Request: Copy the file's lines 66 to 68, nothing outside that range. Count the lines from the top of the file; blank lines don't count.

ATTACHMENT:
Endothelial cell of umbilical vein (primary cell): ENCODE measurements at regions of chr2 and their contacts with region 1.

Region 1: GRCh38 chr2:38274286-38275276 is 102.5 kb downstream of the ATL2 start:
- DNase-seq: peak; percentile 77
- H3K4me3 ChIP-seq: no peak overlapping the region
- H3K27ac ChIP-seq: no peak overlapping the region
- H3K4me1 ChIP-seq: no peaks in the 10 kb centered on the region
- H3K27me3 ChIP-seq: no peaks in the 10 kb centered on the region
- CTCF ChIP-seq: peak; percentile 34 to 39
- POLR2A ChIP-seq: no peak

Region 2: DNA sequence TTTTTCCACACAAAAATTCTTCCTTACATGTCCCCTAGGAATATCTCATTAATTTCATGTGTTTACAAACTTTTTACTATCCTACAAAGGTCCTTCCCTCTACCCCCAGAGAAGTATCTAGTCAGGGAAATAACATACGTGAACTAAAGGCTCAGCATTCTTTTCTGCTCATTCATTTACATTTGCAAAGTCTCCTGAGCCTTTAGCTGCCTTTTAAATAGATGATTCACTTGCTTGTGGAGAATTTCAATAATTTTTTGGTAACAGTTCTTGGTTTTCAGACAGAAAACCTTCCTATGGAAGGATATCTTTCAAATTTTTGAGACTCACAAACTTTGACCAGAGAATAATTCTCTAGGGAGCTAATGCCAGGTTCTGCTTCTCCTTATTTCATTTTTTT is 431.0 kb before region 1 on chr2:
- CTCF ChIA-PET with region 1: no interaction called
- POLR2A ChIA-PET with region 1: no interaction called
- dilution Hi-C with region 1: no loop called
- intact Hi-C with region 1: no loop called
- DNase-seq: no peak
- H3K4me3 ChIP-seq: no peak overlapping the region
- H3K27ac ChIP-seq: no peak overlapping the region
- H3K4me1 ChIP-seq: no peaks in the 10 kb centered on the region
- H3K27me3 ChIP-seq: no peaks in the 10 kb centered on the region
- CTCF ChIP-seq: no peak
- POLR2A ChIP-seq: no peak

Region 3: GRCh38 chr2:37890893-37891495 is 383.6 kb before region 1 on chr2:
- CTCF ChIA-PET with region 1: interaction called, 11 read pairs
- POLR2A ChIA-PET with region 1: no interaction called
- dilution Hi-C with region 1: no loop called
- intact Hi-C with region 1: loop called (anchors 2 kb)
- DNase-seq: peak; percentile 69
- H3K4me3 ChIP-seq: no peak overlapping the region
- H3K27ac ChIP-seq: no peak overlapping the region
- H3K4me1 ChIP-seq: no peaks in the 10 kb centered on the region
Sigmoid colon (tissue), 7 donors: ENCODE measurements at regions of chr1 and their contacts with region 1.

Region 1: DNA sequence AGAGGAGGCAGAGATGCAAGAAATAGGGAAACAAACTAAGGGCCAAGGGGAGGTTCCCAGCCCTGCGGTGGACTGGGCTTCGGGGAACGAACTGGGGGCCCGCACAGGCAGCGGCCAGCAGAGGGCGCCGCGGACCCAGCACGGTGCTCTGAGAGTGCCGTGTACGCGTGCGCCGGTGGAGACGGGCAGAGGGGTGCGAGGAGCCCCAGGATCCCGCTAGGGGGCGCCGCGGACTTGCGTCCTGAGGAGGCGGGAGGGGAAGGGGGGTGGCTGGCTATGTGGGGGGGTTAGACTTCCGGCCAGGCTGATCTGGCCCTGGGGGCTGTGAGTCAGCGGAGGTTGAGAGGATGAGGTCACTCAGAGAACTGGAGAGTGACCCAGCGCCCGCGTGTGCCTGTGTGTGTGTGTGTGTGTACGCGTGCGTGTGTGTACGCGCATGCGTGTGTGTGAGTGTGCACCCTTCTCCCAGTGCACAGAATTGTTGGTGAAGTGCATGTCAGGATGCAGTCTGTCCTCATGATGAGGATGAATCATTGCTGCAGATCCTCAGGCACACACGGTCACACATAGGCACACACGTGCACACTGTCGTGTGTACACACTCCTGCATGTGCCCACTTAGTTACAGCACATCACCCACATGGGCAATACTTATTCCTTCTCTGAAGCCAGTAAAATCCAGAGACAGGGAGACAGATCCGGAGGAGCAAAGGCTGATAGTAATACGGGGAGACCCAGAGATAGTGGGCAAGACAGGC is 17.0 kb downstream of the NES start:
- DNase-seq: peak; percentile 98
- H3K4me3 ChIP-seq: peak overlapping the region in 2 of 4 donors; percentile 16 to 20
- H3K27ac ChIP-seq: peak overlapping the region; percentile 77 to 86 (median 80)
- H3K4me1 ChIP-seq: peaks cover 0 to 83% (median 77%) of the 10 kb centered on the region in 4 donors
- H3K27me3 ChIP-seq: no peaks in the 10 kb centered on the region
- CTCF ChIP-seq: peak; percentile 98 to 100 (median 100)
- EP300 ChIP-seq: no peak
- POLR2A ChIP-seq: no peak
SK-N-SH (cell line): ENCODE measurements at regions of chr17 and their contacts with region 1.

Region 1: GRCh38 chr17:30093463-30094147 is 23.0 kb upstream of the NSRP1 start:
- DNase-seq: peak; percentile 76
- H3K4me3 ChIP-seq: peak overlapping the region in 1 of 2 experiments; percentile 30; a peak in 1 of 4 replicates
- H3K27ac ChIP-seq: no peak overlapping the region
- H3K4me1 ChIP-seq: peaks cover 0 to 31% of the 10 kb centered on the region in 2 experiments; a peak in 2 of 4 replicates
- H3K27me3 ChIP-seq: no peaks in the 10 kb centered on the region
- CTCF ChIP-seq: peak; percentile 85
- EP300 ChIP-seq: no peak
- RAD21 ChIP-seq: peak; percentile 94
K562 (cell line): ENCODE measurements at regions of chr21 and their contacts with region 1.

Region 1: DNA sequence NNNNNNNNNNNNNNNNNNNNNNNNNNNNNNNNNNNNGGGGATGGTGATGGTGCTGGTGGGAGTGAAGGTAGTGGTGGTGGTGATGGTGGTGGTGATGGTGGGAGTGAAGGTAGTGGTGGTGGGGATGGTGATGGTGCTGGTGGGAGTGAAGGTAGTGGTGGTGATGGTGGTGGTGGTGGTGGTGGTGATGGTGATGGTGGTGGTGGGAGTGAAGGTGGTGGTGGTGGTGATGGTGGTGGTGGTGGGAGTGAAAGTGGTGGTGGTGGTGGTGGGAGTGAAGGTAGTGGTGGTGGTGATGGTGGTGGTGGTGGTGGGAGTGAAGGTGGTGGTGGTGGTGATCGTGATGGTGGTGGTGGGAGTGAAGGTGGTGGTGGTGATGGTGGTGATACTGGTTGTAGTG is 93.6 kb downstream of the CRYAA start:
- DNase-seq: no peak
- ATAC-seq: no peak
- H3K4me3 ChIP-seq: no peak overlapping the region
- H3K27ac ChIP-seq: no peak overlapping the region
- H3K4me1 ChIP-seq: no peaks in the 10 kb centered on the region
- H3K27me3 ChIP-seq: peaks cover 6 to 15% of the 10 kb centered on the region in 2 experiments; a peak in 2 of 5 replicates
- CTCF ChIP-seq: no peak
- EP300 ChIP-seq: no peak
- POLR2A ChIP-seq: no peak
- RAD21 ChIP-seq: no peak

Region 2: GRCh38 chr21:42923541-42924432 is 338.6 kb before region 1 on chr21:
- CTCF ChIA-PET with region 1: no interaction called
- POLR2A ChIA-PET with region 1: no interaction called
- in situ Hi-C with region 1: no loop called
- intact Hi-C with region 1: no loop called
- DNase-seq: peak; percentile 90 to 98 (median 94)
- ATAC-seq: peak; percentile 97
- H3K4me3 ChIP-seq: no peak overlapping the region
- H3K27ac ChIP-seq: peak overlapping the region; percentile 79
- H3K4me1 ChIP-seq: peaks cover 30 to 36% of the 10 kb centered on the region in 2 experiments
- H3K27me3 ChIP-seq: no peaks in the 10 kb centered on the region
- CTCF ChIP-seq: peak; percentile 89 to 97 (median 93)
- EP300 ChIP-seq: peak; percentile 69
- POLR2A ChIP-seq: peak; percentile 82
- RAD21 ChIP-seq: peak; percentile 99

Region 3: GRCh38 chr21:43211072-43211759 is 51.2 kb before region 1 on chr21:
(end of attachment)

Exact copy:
- in situ Hi-C with region 1: no loop called
- intact Hi-C with region 1: no loop called
- DNase-seq: peak; percentile 90 to 98 (median 94)